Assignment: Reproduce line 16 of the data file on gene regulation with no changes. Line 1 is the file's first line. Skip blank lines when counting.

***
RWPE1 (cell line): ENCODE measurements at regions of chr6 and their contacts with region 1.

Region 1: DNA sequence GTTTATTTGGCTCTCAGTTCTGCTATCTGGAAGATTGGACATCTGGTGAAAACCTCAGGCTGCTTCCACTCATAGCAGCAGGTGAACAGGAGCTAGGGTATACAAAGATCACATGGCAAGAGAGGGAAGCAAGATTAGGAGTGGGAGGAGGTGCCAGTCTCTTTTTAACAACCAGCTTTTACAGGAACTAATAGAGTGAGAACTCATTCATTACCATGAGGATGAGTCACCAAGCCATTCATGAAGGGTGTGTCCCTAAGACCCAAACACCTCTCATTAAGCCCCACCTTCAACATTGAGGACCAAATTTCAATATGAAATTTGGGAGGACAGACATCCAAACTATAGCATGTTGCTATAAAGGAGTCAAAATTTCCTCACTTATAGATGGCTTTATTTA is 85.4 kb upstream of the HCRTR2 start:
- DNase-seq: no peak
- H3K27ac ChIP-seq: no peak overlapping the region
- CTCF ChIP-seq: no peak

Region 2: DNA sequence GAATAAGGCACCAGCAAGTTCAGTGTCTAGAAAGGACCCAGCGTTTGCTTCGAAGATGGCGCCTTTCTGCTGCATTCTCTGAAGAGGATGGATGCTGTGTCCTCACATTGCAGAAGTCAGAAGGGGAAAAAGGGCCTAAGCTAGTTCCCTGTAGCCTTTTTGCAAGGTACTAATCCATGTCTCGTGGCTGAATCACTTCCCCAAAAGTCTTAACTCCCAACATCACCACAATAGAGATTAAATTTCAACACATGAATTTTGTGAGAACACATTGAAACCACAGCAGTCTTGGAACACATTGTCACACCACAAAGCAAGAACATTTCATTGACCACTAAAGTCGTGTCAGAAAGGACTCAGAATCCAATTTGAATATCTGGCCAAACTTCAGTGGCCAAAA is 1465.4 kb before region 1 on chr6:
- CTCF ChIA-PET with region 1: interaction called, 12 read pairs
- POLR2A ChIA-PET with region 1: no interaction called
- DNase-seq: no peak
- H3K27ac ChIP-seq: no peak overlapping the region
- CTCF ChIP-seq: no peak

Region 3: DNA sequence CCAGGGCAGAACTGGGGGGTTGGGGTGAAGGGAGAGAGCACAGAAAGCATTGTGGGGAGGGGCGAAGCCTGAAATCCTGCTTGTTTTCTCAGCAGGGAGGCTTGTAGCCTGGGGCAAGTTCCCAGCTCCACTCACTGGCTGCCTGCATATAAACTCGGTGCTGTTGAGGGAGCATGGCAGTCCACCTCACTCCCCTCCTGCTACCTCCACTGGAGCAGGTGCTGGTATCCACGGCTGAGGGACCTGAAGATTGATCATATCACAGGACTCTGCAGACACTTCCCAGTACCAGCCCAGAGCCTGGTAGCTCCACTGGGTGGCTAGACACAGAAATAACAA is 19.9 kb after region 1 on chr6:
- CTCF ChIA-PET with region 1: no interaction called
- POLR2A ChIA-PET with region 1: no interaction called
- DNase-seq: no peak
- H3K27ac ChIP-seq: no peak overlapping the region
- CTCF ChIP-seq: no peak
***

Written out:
- H3K27ac ChIP-seq: no peak overlapping the region